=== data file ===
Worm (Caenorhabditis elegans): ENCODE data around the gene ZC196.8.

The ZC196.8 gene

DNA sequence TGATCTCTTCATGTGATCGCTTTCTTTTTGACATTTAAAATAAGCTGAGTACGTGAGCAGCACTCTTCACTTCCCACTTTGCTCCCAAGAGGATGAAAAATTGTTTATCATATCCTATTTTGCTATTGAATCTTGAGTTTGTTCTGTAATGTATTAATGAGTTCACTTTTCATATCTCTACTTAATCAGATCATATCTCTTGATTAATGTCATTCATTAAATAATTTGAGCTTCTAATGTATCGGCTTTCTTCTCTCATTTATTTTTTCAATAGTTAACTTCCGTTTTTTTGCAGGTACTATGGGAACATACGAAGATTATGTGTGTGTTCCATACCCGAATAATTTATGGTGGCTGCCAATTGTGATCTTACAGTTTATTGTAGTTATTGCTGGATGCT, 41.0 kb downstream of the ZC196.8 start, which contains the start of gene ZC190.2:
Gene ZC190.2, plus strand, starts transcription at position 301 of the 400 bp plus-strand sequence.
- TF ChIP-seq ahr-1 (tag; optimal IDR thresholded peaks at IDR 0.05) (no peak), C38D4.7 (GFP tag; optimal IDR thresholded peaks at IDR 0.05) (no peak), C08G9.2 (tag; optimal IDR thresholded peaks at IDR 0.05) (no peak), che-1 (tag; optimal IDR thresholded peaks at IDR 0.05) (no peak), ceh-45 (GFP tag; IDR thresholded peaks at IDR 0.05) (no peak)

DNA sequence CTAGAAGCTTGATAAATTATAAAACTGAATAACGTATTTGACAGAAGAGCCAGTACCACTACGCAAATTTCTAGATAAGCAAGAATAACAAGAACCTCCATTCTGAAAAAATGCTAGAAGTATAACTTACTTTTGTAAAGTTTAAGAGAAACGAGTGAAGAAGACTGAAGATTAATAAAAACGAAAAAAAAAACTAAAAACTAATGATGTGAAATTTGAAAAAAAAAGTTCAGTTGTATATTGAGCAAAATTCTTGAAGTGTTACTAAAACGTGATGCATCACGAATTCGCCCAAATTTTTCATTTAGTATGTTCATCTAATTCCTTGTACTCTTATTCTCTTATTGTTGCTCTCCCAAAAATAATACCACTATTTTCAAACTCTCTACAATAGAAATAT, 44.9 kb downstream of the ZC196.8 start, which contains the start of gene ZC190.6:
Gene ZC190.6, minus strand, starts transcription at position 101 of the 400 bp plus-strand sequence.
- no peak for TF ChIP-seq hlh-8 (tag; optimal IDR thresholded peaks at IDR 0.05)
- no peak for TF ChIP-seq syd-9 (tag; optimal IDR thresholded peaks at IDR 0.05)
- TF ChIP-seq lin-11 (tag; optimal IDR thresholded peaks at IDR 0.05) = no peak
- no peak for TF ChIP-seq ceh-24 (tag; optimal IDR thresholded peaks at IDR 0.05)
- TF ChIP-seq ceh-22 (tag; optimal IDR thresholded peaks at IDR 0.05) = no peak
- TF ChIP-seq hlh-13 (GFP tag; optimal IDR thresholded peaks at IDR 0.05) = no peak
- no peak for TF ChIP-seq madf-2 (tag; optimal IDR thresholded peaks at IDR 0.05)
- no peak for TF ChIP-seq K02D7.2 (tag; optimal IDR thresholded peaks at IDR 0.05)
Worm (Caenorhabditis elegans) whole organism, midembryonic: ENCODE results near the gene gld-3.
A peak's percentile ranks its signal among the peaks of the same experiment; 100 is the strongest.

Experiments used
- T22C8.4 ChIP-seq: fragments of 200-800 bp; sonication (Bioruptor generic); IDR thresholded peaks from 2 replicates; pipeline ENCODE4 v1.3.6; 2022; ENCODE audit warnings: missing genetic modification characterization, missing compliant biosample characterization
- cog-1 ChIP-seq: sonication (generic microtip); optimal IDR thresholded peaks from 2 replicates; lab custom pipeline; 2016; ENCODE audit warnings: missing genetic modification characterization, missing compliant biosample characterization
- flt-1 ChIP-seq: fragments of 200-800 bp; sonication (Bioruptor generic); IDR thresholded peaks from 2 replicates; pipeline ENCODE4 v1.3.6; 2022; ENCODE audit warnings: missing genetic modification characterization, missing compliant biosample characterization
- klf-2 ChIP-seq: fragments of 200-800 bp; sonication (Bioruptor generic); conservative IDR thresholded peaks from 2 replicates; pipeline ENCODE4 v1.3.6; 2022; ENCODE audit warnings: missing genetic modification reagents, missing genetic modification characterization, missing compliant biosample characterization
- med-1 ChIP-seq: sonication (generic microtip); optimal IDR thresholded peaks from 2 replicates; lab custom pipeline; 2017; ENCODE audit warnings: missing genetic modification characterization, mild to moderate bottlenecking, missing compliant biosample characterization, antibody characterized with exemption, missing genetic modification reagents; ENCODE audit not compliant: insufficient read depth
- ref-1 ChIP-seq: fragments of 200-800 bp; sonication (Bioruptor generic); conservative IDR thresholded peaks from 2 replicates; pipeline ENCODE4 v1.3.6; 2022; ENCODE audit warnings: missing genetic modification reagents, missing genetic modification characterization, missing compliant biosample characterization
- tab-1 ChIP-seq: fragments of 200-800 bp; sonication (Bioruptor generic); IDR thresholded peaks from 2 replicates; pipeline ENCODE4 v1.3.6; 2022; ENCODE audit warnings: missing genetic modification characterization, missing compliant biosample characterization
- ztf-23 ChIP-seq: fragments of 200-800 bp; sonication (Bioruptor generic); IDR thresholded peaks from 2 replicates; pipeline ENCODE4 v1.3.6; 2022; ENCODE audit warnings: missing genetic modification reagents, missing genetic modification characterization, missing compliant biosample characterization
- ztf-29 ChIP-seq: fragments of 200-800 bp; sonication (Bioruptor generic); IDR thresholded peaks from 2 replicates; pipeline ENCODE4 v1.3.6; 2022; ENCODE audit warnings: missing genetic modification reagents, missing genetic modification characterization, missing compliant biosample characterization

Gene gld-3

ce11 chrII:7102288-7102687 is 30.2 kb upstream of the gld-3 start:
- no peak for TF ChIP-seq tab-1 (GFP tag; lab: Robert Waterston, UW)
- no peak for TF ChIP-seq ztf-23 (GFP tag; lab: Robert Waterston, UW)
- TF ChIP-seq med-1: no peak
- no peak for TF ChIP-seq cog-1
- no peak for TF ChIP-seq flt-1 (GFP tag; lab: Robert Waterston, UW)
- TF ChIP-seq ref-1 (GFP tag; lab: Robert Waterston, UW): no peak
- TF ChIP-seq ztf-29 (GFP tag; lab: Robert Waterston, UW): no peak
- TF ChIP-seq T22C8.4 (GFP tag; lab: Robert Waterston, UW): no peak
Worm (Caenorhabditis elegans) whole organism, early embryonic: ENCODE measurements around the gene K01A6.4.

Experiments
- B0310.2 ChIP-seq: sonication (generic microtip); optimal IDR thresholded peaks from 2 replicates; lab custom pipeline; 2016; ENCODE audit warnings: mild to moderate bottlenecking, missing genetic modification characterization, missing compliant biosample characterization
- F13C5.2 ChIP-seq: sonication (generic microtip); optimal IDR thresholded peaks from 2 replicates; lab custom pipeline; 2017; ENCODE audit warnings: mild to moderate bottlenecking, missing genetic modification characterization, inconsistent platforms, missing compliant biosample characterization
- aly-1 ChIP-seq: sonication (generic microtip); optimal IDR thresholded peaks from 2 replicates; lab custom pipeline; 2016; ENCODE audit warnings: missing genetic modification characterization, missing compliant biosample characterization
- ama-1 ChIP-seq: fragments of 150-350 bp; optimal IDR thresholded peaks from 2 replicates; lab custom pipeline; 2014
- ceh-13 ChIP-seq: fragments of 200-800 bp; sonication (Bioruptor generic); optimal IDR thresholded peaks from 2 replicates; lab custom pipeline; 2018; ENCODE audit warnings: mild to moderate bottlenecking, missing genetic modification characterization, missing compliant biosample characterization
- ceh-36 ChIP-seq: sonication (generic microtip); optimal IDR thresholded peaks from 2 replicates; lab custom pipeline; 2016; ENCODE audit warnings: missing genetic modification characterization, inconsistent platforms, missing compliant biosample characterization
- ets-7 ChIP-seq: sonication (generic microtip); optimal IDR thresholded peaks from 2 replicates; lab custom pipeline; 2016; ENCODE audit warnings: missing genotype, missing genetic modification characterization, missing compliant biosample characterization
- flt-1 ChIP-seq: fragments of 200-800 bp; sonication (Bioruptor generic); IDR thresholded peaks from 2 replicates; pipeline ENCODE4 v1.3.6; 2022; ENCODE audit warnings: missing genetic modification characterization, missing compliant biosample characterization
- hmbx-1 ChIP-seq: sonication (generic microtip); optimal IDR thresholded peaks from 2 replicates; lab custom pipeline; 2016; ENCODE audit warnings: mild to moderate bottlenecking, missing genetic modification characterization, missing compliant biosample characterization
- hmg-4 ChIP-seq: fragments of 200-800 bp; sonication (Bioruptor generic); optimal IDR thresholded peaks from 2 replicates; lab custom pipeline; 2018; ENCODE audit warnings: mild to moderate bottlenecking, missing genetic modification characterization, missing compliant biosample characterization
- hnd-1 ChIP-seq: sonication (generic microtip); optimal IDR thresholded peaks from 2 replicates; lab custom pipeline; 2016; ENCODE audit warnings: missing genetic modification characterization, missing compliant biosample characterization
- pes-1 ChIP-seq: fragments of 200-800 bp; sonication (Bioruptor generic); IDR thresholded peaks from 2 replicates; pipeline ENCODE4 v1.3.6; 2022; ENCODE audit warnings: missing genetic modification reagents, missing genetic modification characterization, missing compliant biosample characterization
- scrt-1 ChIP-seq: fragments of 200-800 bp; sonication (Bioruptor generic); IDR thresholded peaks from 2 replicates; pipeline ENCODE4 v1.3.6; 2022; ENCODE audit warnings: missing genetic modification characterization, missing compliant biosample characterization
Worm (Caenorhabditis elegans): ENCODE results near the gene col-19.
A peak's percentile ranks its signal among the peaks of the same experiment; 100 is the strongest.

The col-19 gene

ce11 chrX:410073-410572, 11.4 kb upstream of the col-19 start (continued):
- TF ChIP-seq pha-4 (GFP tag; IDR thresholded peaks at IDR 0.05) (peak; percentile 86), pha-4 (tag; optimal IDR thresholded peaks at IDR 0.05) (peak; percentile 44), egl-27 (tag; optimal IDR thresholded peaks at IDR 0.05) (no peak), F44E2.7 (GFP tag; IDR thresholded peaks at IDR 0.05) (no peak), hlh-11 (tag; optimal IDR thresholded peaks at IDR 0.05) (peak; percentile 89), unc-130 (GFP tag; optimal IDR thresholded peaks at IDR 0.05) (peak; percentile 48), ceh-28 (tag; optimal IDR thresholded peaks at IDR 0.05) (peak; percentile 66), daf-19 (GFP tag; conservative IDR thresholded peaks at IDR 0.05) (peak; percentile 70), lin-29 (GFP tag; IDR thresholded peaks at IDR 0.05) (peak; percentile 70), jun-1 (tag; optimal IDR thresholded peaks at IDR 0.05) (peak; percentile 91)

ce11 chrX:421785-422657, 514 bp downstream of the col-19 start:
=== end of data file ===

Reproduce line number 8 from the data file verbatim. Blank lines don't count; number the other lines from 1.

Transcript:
- no peak for TF ChIP-seq hlh-8 (tag; optimal IDR thresholded peaks at IDR 0.05)